To reiterate my first sentence, what you did was perfectly fine. It is only if you want to allow yourself a little more margin that you might consider doing what I suggested. I like to tell people that although the advice in the Guide represents best practice recommendations, this really isn't something to obsess about too much. And then I remember that I am talking to fellow AVS members, where OCD is SOP.

Regards,
Mike

GUIDE TO SUBWOOFER CALIBRATION AND BASS PREFERENCES

* The Guide linked above is a comprehensive guide to Audio & HT systems, including:
Speaker placements & Room treatments; HT calibration & Room EQ; Room gain; Bass
Preferences; Subwoofer Buyer's Guide: Sealed/ported; ID subs; Subwoofer placement.
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post #1254 of 1410 Old 05-15-2019, 06:10 AM
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Quote:
Originally Posted by mthomas47 View Post
Hi Marcus,

What you did was just fine!
Regards,
Mike
Thanks Mike. I got REW up and running last weekend. Not enough time to do a proper test. Plus I am learning how to use it as well. I am not a perfectionist but I do want to make sure the subs do not have extreme peaks and nulls. I hope to have time this weekend.

Marcus
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post #1255 of 1410 Old 05-15-2019, 08:15 PM
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Quote:
Originally Posted by mthomas47 View Post
Hi Marcus,

What you did was just fine! There are a couple of variables here that I think are worth mentioning, though. If you think that either of the variables might apply in your circumstances, then I will make a suggestion. A lot depends on your listening volumes. If you rarely go over about -15 or so, with your master volume, then the variables will be less important.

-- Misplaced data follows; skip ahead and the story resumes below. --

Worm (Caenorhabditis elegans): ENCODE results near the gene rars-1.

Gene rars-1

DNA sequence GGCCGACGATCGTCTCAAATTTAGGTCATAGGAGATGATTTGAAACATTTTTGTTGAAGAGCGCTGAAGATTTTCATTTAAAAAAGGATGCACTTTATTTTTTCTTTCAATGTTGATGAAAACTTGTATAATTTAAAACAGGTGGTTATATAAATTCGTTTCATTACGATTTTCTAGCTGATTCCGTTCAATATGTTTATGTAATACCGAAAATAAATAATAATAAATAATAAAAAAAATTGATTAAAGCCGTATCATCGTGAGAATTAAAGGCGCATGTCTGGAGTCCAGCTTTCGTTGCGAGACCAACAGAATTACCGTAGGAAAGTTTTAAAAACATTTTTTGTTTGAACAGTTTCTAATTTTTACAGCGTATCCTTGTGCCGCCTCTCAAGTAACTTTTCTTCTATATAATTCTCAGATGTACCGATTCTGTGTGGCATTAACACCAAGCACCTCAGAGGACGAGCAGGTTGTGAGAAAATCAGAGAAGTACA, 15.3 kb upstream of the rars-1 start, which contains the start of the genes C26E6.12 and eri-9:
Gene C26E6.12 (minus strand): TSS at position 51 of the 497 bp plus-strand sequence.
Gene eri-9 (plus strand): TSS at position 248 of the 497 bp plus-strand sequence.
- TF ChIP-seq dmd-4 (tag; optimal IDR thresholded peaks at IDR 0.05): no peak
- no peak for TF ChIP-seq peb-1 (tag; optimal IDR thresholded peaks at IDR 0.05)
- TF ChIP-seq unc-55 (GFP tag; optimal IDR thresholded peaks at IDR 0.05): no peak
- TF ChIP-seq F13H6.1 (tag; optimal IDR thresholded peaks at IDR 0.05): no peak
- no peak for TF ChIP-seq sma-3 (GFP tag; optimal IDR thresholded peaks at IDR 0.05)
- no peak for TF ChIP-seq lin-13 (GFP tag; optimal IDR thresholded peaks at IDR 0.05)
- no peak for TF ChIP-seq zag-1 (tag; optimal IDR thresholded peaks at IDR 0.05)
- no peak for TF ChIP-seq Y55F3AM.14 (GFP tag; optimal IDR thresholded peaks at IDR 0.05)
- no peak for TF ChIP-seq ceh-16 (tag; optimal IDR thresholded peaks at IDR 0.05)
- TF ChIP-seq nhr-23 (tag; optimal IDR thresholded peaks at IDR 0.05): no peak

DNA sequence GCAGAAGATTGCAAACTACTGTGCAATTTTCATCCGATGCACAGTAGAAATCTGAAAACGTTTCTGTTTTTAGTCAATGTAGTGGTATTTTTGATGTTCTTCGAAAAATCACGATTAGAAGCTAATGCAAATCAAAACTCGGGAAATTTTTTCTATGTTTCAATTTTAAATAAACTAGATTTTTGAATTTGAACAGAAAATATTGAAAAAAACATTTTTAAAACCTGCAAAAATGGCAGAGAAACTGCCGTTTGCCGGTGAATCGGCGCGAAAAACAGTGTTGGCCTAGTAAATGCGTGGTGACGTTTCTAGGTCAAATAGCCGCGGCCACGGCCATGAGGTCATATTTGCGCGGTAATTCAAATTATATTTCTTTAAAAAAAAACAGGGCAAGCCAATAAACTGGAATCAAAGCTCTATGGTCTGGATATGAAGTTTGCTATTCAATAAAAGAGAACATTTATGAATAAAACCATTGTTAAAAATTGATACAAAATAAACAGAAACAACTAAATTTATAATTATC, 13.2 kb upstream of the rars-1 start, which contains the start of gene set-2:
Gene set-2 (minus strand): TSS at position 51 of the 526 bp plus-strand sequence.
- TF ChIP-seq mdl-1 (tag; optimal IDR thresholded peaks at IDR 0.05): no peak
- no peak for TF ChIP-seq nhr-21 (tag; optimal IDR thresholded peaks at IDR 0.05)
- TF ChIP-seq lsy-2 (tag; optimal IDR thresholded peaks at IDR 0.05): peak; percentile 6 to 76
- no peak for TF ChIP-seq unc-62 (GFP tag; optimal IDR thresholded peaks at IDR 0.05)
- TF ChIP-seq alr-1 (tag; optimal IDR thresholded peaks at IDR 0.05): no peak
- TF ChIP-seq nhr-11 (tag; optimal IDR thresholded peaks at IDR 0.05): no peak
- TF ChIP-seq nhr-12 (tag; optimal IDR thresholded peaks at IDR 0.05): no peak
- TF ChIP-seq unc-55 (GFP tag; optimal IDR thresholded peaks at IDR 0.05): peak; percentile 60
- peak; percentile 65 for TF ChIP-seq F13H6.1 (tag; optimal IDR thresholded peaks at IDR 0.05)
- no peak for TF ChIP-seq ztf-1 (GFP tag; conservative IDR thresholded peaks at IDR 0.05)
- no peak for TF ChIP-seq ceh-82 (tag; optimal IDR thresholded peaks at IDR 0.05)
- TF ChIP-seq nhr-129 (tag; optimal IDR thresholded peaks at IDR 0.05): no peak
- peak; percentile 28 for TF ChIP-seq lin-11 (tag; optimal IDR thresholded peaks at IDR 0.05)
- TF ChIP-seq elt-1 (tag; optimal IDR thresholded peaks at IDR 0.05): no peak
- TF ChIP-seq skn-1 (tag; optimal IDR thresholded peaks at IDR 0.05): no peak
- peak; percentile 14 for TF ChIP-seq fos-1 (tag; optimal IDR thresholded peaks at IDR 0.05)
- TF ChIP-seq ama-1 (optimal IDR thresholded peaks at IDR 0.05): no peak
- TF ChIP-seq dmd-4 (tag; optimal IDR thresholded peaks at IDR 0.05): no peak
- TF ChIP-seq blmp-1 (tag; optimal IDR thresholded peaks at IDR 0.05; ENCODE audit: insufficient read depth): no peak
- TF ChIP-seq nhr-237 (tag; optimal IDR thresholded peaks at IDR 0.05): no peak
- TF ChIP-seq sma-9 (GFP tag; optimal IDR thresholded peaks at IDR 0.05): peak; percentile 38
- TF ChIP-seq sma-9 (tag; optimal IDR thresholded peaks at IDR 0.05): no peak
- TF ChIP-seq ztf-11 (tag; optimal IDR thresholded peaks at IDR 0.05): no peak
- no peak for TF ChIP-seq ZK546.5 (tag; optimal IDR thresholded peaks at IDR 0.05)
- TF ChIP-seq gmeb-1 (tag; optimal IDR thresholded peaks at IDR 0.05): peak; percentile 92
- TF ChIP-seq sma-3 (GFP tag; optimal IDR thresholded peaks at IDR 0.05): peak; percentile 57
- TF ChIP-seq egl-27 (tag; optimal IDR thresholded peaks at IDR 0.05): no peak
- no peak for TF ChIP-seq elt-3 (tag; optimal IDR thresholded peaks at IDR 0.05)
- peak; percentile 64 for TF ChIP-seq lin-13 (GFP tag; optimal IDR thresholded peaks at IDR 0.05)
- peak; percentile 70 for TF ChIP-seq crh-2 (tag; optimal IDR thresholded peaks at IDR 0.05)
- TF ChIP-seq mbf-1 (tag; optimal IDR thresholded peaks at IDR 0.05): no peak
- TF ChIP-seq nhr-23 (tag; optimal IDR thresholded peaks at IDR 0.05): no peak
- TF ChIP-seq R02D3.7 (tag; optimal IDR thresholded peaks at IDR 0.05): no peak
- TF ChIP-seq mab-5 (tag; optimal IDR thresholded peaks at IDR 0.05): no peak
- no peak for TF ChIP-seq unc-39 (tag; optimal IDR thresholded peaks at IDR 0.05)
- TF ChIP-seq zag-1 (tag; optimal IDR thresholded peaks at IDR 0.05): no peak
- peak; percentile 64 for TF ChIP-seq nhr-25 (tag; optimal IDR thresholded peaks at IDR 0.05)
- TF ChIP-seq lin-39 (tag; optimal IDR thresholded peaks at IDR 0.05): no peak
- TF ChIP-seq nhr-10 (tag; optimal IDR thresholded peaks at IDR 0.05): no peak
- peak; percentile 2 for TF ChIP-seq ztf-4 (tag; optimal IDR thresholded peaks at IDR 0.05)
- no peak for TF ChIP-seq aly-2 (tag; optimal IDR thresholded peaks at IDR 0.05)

First, there may be times when a movie doesn't seem to have as much audible or tactile bass that you will want to increase your subwoofer volume. As long as your master volume isn't much above -15, you could still use your trim controls to add another couple of decibels. Ideally, I wouldn't go much above -5, at higher master volume levels.

Second, if you ever feel that your SB13's are straining, you can actually achieve higher max output levels with those subwoofers, if the gain control is set closer to the max. Your current subwoofer boost is fairly modest, so again, unless your master volume level is high for a movie with a good deal of low-bass, that shouldn't be a problem. But remember, that if you are using DEQ, it will also be adding it's own subwoofer boost. It boosts the bass in all of the channels, and boosts most at subwoofer frequencies.